When More is Better: Article Commentary on “Effect of Cumulative Case Volume on Procedural and Clinical Outcomes in Endovascular Thrombectomy”
Stroke thrombectomy is here to stay. We have enough evidence to treat anterior circulation strokes in different scenarios, and this evidence grows to go further, treating patients with worse ASPECTS score, longer evolution or older age. This implies increasingly complex patient management, and their assessment in experienced centers will be fundamental. The available literature suggests a powerful direct correlation between endovascular volume and outcomes, both for individual practitioners and for institutions.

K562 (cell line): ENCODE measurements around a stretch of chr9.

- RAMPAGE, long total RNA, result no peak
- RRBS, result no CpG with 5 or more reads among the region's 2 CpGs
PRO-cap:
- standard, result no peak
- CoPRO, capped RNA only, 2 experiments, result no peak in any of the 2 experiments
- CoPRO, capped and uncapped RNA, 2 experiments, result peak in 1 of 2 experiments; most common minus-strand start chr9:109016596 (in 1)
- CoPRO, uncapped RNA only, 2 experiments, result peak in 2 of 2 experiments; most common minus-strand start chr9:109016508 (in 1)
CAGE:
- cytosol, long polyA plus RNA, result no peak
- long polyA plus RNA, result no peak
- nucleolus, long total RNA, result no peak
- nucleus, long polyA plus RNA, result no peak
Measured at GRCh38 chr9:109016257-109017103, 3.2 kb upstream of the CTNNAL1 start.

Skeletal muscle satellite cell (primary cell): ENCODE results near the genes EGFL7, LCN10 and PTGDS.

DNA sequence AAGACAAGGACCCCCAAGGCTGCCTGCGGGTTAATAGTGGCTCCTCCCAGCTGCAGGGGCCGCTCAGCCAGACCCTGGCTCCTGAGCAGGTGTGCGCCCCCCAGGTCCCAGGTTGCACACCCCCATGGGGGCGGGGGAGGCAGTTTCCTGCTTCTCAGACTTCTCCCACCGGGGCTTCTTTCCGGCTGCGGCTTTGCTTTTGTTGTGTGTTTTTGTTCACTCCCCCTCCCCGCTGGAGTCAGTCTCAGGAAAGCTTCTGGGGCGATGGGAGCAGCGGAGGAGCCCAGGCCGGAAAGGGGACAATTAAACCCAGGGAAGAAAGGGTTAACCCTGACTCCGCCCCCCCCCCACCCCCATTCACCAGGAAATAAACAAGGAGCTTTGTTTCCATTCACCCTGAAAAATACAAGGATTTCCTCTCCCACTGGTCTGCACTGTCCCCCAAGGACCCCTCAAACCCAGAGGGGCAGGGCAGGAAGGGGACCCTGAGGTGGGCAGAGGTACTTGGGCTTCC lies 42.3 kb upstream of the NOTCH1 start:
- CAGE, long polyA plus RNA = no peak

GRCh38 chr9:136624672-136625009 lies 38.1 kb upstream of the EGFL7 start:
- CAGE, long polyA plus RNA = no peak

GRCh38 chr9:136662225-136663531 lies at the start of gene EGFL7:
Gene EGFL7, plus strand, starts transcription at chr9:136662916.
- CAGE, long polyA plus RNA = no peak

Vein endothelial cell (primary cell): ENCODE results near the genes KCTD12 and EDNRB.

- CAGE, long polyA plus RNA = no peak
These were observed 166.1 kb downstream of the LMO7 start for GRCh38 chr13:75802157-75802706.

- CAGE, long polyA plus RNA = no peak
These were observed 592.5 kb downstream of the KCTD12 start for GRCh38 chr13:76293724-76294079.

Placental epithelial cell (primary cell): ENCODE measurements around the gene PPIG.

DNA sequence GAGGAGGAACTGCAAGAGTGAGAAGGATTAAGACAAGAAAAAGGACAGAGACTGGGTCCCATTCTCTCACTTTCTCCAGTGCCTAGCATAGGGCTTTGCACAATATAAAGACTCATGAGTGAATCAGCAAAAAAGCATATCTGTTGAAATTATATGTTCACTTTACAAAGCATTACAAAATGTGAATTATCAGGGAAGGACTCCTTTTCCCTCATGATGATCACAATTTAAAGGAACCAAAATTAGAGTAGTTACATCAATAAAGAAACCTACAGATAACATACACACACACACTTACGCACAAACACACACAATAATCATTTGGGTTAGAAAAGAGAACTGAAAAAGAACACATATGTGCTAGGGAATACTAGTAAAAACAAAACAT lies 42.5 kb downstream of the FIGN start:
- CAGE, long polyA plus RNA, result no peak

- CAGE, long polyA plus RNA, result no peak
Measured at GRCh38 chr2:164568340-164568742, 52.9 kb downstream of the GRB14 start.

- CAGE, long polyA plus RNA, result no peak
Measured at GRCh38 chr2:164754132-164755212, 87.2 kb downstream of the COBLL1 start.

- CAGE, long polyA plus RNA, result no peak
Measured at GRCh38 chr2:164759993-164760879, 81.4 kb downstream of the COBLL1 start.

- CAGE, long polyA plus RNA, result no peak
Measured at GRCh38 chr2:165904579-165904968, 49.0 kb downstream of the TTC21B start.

With the aim of testing cumulative case volume (CCV) effect on clinical outcomes in stroke patients who underwent endovascular treatment(EVT), the authors included anterior circulation stroke, with intracranial internal carotid artery, M1 and proximal M2 occlusion from January 2011 to December 2015. Seventeen stroke centers participated in this study. Tandem atherosclerotic or dissecting cervical internal carotid artery occlusion accompanied by intracranial large vessel occlusion (LVO) was included. Multifocal LVO (bilateral anterior or involvement of both anterior and posterior circulations) was excluded. Eligible patients received intravenous tPA. EVT was performed under local anesthesia with or without conscious sedation. Stentriever (SR) or contact aspiration (CA) were used for EVT. Two neuroradiologists independently assessed the images for Alberta Stroke Program Early Computed Tomography Score, and 2 interventional neuroradiologists independently assessed whether recanalization was achieved on the catheter angiograms. The reviewers were blind to the clinical outcome. Recanalization success was defined as modified Thrombolysis In Cerebral Ischemia grade 2b or 3 on the final control angiogram. A good outcome was defined as modified Rankin Scale of 0 to 2 at 3 months.